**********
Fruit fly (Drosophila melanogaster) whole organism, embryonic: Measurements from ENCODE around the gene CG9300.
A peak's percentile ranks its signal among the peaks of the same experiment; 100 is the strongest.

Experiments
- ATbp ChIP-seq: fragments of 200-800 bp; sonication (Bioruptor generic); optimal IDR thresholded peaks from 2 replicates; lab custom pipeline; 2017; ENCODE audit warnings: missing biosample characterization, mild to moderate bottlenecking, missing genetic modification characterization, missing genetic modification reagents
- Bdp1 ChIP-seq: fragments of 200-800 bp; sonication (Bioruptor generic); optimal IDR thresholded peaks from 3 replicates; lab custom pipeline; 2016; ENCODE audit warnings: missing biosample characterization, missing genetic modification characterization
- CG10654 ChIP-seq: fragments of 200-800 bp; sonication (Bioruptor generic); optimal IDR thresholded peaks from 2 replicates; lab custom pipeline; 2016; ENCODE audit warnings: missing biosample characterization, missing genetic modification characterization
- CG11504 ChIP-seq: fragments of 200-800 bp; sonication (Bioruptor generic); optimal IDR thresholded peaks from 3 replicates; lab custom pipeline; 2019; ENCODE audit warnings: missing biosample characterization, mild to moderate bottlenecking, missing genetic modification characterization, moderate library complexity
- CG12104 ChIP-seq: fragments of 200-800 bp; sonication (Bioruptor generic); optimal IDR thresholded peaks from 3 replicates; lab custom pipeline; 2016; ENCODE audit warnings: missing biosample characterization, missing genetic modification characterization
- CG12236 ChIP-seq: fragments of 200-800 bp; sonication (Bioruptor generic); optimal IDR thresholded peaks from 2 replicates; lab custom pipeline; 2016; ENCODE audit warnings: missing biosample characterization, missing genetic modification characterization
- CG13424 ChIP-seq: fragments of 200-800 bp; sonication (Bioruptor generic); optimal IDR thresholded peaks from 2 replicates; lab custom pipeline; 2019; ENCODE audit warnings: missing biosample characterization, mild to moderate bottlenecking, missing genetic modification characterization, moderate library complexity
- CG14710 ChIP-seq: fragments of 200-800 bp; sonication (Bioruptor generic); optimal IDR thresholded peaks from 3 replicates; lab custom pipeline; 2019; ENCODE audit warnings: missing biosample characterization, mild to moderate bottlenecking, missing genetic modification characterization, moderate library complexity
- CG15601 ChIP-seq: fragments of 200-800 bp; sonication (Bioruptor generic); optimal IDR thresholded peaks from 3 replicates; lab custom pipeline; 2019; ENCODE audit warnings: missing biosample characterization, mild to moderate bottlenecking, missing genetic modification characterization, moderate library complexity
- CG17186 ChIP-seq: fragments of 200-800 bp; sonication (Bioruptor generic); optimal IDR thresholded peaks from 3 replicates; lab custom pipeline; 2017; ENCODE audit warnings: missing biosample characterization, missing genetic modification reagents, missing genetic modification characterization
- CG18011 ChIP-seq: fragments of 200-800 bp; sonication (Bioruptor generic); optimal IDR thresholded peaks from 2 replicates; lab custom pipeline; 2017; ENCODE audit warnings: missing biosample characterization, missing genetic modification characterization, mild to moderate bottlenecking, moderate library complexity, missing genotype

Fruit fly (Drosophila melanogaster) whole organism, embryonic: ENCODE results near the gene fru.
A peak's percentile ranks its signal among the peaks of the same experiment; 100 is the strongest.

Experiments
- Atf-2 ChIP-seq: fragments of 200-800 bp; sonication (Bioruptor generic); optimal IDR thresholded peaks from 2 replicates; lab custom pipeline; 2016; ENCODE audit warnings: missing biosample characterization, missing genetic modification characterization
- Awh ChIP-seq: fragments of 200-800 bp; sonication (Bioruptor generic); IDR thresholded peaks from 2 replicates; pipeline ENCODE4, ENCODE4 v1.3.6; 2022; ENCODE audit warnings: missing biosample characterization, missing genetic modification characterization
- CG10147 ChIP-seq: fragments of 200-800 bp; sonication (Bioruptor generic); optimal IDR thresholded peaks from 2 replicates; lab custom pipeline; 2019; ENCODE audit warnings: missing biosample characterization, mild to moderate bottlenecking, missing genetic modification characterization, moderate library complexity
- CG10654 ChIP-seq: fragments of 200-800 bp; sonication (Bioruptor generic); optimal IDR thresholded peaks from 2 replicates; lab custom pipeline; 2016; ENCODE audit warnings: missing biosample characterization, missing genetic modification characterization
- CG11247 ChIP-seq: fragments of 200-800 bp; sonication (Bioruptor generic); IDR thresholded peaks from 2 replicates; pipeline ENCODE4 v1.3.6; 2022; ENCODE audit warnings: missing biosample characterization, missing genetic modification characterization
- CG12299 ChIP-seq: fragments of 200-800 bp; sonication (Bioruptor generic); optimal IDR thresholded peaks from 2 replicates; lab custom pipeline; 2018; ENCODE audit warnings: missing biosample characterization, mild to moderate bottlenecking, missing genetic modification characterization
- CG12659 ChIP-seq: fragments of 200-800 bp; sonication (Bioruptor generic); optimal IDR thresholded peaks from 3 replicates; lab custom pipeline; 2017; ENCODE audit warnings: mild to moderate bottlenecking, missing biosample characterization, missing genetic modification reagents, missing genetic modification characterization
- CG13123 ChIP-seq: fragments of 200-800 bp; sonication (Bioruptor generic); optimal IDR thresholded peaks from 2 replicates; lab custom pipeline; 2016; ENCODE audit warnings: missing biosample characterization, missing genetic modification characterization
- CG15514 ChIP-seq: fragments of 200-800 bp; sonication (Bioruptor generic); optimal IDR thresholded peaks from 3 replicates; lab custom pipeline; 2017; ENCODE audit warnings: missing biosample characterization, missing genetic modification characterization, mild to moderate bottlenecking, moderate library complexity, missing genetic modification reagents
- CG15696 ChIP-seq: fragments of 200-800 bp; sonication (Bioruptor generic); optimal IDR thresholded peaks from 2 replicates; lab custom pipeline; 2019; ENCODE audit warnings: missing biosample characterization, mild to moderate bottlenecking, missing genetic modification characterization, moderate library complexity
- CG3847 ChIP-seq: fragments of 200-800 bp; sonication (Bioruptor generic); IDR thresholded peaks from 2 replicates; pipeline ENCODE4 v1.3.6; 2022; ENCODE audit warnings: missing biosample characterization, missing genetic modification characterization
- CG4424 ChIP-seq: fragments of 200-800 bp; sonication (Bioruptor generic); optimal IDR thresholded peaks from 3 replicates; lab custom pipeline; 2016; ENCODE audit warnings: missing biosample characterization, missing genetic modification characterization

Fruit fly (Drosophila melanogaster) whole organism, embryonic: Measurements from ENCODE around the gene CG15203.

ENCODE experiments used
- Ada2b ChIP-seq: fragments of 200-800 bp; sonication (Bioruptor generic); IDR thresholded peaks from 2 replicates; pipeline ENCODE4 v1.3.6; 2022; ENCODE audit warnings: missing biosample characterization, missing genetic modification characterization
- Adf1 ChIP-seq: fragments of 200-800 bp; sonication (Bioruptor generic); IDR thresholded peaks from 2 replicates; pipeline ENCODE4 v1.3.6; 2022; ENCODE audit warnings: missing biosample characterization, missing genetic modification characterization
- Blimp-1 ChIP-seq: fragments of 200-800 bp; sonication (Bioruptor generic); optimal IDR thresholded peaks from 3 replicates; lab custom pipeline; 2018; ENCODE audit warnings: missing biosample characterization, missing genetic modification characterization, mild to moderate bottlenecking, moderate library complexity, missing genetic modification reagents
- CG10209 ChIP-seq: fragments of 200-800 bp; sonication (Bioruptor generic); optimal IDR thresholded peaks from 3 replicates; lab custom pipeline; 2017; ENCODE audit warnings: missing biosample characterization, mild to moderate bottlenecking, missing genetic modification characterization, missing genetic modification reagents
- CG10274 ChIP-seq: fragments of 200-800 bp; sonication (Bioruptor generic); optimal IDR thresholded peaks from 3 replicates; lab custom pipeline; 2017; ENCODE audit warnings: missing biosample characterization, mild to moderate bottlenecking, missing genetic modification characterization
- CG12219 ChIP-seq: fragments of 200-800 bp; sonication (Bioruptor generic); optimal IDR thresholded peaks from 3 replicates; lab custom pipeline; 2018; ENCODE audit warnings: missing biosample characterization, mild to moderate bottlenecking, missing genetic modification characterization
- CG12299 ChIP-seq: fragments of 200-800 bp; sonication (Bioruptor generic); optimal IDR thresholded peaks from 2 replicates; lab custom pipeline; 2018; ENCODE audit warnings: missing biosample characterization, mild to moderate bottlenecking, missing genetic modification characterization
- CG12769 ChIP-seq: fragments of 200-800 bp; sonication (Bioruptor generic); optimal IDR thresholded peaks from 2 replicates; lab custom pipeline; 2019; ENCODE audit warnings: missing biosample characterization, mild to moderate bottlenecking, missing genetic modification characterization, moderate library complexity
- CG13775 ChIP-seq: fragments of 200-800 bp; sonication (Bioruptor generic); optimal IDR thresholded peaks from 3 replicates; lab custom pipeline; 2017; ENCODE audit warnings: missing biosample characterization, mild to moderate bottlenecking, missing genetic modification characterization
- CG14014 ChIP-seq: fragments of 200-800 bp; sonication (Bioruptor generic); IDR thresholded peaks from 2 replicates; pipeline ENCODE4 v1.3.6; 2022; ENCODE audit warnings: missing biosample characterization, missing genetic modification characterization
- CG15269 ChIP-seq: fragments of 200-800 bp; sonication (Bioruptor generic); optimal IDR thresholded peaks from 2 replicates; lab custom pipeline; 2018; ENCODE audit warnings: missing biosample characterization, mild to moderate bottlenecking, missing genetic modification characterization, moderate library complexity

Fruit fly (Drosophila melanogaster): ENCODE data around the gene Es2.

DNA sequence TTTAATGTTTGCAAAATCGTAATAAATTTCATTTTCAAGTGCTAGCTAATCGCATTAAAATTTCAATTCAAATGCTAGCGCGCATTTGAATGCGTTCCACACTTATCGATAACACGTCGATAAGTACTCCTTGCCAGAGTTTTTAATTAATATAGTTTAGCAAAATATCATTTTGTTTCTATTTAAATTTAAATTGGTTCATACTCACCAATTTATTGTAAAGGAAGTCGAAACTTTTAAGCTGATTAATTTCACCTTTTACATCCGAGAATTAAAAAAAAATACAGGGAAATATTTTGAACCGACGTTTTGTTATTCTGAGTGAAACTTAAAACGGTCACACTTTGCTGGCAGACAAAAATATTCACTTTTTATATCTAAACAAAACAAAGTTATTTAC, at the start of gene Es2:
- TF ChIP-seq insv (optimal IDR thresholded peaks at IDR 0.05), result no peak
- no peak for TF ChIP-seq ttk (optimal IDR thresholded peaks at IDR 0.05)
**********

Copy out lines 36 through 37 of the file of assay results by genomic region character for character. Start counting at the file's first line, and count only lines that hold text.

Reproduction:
- CG10274 ChIP-seq: fragments of 200-800 bp; sonication (Bioruptor generic); optimal IDR thresholded peaks from 3 replicates; lab custom pipeline; 2017; ENCODE audit warnings: missing biosample characterization, mild to moderate bottlenecking, missing genetic modification characterization
- CG12219 ChIP-seq: fragments of 200-800 bp; sonication (Bioruptor generic); optimal IDR thresholded peaks from 3 replicates; lab custom pipeline; 2018; ENCODE audit warnings: missing biosample characterization, mild to moderate bottlenecking, missing genetic modification characterization